Scotland Yard sought the records in 2012 after the newspaper revealed the Downing Street row between police and then cabinet minister Andrew Mitchell.
The Sun alleges police violated their right to protect “confidential sources” but the Met Police deny any wrongdoing.
The evidence is being analysed by the Investigatory Powers Tribunal.
The tribunal considers complaints about the way public authorities use covert techniques.
In September 2012, Mr Mitchell had a row with an officer who would not let him wheel his bike through the main gate at Downing Street.
Details were leaked to the Sun which reported Mr Mitchell had called officers plebs, which he continues to deny. PC Toby Rowland, the officer who was shouted at by the MP, stands by his account.
In the opening session of the unique challenge, a senior detective said he had legal justification to obtain call data from journalists' phones and two newsdesk landlines.
The officer used the Regulation of Investigatory Powers Act (Ripa), a law used to covertly obtain phone data in a wide range of situations, including crime, terrorism and missing people.
Police must prove to superiors that using the power was necessary and proportionate.
Det Ch Insp Tim Neligan, the senior investigating officer in the case, said he was confronted with allegations that looked like a “criminal conspiracy to unseat a cabinet minister”.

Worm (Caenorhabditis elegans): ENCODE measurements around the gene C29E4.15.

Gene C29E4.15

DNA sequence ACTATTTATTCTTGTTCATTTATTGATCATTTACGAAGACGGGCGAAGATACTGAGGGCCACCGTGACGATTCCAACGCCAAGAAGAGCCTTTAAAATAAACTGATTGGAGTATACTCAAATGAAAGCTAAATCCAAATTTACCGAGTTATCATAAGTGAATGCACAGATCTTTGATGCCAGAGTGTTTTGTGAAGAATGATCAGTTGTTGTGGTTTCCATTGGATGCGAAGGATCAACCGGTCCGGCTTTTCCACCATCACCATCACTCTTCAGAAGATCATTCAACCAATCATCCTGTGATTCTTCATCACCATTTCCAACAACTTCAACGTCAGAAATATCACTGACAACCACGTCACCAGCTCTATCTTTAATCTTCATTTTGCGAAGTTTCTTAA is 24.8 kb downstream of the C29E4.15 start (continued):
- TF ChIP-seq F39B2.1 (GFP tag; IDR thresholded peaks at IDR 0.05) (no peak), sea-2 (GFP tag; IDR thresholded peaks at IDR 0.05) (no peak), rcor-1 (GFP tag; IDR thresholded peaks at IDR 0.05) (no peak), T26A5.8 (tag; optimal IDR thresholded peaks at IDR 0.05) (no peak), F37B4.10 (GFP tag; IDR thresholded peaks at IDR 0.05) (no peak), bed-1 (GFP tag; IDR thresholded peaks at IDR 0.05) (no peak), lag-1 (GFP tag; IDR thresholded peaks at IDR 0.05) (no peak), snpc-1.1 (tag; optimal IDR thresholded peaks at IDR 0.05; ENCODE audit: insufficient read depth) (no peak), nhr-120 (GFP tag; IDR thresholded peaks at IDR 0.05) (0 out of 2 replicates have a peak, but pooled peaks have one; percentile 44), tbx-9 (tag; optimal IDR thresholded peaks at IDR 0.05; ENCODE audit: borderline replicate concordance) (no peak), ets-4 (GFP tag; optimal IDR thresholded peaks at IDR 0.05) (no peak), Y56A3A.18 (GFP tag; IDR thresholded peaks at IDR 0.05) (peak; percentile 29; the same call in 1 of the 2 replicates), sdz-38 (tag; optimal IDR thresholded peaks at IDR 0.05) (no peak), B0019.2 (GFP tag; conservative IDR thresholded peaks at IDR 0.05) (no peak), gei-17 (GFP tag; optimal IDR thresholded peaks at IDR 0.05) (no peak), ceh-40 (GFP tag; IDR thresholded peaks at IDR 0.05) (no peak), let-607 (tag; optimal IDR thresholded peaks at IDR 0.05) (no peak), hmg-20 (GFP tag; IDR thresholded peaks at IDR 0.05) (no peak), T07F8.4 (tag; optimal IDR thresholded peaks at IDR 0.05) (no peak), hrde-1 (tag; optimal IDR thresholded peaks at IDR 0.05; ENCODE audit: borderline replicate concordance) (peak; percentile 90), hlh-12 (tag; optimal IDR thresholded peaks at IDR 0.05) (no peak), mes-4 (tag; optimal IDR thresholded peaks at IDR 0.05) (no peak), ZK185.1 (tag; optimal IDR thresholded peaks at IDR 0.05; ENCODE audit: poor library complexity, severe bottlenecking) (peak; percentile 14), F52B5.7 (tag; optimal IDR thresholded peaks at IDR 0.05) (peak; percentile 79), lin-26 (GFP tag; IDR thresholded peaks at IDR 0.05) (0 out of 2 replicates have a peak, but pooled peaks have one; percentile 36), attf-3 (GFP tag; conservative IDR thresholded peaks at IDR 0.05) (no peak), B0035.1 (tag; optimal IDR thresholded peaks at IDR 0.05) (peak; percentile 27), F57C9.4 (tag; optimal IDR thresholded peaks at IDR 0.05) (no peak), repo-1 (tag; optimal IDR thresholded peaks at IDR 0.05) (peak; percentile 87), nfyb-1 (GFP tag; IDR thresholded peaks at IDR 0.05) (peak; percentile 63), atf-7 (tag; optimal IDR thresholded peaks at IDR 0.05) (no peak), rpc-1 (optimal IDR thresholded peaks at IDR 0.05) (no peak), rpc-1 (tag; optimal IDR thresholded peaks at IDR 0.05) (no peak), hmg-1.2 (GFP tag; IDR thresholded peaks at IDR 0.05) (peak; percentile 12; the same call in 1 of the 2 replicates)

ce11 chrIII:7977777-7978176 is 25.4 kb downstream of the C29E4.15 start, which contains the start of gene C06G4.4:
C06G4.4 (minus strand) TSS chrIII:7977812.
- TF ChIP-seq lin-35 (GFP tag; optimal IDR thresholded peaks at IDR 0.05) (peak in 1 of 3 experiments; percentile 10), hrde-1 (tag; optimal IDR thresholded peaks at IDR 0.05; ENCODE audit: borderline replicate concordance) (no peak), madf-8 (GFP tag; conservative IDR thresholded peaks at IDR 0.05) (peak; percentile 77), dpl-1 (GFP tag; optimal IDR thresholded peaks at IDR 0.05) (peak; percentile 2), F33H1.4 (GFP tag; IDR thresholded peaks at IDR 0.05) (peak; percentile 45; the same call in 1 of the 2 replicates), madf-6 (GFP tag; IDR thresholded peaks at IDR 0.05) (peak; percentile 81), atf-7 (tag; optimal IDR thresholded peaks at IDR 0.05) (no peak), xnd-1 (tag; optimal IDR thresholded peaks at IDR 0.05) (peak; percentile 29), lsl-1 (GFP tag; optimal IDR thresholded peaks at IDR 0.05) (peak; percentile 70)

“He [Andrew Mitchell] was quite emphatic that he was a victim of a fit-up by the police,” Det Ch Insp Neligan said.
“It was now a crime investigation. We were investigating whether officers [at the Downing Street gate] had lied… and conspired with each other to leak (their account) to the press,” said the detective.
“We were under some considerable pressure to find answers to that.”
The Sun's parent News Group Newspapers, the paper's political editor Tom Newton Dunn and reporters Anthony France and Craig Woodhouse all argue Scotland Yard chiefs breached their freedom of speech under the European Convention on Human Rights.
In written submissions, Gavin Millar QC, for the Sun, said police should have gone to court or, alternatively, asked the newspaper to assist in other ways short of revealing its source.
“Until the last few years… a judge would always take any decision as to whether the journalistic right could lawfully be overridden in order to identify a confidential journalistic source,” said Mr Millar.
“This important requirement was disregarded in the present case.
“In each complaint there is an obvious violation of the source right for any number of obvious reasons. The manifest incompatibility of the actions taken by the police with the complainants' [human rights] should be declared.”
Det Ch Insp Neligan said he stood by his decision.
“I would not have applied for that data if I did not need it as an investigator,” he said.
The hearing, which is due to end on Tuesday, continues.